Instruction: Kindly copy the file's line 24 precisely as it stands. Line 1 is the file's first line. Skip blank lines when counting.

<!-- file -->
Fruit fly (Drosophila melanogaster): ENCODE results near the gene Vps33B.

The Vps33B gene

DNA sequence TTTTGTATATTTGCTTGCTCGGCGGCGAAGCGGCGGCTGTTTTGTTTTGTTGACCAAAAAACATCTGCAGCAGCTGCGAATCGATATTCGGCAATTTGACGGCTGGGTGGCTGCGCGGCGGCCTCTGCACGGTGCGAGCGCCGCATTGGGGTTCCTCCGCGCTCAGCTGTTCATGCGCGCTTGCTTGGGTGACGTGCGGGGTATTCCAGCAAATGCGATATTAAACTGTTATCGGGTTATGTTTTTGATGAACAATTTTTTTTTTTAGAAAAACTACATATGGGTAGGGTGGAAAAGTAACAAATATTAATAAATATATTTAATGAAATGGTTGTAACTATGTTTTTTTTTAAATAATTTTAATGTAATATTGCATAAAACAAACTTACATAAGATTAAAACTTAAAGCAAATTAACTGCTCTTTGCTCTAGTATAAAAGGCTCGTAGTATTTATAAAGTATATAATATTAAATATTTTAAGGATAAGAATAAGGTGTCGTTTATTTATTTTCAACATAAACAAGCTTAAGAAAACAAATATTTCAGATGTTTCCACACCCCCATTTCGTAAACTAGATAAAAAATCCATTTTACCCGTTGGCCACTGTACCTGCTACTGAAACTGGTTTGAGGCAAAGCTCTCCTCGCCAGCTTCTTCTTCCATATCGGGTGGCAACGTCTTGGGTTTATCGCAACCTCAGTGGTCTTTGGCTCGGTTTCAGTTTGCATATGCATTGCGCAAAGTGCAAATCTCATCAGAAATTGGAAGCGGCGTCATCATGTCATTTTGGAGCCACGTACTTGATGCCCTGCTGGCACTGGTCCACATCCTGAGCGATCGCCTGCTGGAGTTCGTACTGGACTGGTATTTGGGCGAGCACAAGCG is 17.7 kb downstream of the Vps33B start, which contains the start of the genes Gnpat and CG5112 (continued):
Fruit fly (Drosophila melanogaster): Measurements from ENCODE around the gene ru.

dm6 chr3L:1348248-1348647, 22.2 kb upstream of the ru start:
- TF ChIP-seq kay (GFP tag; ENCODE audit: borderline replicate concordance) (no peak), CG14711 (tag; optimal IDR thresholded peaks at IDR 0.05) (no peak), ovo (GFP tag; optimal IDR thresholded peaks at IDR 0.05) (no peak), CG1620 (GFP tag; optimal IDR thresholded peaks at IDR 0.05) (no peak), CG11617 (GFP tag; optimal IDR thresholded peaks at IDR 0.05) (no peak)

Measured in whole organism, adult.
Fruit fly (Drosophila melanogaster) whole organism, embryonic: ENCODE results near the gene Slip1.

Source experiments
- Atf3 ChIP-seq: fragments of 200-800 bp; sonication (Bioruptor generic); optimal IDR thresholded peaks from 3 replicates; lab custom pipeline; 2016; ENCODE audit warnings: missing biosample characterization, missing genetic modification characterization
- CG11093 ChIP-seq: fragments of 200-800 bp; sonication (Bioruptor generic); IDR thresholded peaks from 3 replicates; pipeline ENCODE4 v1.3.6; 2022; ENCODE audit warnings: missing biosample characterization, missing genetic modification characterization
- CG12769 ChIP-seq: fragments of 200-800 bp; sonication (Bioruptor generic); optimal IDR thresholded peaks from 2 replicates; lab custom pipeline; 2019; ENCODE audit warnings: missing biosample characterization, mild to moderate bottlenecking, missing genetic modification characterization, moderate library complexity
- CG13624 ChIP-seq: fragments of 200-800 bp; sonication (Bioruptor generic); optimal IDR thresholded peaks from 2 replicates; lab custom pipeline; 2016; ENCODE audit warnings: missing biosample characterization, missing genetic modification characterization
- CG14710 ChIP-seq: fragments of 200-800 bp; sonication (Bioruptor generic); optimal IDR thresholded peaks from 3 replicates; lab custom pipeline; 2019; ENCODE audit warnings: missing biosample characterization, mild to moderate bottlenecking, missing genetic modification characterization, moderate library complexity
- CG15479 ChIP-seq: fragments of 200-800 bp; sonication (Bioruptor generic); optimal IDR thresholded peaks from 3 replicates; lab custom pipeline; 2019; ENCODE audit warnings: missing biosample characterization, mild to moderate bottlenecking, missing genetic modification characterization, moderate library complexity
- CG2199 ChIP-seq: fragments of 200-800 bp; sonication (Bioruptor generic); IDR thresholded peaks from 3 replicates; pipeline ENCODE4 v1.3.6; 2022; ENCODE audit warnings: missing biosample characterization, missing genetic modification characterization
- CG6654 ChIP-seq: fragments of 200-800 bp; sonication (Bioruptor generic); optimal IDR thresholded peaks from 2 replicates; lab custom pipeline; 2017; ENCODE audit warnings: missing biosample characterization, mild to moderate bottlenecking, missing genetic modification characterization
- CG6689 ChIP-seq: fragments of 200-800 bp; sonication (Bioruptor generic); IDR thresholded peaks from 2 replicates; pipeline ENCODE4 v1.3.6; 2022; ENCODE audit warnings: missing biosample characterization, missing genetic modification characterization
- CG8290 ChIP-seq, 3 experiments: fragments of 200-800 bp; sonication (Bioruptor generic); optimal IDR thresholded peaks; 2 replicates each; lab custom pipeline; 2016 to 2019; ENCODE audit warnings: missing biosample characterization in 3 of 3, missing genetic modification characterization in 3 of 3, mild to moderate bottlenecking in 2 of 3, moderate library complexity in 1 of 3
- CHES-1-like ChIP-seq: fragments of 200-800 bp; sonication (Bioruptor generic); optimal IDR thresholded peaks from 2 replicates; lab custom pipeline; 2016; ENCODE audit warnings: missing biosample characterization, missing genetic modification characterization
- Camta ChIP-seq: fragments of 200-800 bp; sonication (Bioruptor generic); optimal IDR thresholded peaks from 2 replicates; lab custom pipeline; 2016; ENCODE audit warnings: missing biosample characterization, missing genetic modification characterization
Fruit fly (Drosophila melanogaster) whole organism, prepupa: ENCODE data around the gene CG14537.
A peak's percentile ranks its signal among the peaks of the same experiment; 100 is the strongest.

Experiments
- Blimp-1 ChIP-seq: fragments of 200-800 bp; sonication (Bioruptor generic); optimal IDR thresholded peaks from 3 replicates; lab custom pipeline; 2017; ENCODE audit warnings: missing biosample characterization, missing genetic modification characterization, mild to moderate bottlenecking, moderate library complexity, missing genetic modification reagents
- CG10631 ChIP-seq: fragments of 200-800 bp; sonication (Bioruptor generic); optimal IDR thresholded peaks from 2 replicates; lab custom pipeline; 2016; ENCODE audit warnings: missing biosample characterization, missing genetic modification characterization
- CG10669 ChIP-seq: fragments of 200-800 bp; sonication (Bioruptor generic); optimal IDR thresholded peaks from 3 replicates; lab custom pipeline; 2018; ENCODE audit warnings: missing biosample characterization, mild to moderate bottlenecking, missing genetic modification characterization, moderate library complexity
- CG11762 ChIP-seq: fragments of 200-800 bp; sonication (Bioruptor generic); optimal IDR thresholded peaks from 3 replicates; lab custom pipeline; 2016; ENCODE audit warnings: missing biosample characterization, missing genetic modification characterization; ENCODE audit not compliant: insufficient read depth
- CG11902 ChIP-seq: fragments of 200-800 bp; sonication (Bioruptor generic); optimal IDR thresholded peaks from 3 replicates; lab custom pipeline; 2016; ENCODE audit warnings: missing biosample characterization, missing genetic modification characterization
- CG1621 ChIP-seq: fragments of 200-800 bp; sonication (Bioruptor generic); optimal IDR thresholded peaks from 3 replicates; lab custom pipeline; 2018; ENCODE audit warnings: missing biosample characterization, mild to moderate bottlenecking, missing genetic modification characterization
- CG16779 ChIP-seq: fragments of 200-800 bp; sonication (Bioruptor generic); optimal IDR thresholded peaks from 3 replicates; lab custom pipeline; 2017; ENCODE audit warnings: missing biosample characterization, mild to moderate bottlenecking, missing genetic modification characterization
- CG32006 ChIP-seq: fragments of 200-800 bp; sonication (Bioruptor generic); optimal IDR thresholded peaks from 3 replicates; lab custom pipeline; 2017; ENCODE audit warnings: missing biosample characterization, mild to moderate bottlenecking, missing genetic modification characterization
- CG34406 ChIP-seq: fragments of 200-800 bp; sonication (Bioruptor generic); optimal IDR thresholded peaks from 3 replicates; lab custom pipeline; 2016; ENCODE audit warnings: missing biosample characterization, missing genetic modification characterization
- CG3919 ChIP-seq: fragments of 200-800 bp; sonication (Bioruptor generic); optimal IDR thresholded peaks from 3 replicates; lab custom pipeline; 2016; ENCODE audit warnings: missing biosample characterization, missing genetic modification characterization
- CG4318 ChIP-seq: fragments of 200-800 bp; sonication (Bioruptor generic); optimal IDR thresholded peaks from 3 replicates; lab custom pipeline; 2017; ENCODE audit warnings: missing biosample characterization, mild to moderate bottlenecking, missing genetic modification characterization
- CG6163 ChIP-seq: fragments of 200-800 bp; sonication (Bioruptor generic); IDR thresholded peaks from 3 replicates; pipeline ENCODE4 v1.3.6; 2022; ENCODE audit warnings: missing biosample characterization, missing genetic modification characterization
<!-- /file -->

Experiments